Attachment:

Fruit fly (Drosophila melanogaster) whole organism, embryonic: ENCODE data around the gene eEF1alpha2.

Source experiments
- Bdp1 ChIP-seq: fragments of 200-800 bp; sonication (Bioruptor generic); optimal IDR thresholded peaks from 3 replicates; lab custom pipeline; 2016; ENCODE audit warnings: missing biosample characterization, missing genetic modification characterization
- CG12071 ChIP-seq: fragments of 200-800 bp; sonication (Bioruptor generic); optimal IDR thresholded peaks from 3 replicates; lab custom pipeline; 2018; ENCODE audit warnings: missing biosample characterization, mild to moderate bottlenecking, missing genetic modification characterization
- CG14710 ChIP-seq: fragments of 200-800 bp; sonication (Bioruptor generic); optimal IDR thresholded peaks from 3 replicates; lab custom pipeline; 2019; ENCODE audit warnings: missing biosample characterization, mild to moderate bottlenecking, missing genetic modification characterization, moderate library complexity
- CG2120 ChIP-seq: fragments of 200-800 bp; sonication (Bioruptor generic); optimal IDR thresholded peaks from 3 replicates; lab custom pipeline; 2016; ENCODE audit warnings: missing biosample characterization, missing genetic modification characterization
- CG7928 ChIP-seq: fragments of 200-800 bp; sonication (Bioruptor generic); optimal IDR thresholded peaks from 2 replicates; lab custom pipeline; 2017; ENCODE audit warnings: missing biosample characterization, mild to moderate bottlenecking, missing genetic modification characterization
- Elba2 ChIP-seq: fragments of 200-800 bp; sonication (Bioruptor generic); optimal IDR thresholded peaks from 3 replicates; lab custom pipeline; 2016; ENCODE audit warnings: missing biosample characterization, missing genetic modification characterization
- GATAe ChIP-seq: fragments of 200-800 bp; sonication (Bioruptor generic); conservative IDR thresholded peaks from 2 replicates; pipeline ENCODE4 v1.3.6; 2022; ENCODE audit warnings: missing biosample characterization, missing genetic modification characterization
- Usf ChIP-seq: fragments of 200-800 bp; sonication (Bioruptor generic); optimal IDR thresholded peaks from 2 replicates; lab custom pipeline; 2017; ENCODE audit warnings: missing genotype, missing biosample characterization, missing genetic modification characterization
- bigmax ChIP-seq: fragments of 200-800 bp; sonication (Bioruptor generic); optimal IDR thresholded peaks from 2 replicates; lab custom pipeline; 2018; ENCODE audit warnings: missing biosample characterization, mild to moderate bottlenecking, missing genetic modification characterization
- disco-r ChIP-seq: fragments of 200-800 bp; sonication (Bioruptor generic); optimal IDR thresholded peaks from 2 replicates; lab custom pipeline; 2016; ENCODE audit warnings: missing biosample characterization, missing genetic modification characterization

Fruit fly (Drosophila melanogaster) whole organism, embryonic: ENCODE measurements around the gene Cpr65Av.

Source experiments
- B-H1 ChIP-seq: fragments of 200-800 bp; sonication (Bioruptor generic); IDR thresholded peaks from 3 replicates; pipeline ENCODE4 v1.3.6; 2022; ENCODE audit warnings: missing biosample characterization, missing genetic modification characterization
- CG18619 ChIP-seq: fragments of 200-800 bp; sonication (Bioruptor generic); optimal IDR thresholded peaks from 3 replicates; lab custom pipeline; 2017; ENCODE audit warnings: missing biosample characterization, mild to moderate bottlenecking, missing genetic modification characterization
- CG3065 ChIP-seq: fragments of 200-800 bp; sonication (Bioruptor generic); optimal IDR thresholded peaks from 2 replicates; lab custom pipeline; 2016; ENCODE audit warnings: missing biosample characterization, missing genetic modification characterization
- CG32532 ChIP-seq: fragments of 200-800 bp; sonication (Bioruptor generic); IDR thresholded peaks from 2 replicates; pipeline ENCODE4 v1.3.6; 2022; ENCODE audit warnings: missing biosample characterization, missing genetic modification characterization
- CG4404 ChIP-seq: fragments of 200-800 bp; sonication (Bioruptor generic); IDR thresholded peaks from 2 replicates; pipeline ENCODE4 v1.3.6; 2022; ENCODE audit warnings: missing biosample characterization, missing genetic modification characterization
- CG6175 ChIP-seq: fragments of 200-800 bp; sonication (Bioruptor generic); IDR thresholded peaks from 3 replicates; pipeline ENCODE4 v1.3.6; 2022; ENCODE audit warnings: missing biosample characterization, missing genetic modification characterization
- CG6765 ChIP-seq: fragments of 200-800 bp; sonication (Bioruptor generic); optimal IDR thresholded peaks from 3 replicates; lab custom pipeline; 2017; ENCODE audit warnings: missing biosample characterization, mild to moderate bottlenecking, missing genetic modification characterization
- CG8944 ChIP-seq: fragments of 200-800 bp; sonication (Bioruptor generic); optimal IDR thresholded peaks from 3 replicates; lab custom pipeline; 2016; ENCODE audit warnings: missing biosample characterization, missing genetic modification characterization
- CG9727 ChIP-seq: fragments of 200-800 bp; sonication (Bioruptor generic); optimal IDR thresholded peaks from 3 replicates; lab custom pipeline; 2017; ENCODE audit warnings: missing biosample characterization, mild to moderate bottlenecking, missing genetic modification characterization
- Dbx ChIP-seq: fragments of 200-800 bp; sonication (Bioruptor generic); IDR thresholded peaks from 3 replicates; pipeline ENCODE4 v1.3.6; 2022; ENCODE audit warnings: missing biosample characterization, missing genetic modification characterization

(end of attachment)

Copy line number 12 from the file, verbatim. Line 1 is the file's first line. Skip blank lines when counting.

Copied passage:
- disco-r ChIP-seq: fragments of 200-800 bp; sonication (Bioruptor generic); optimal IDR thresholded peaks from 2 replicates; lab custom pipeline; 2016; ENCODE audit warnings: missing biosample characterization, missing genetic modification characterization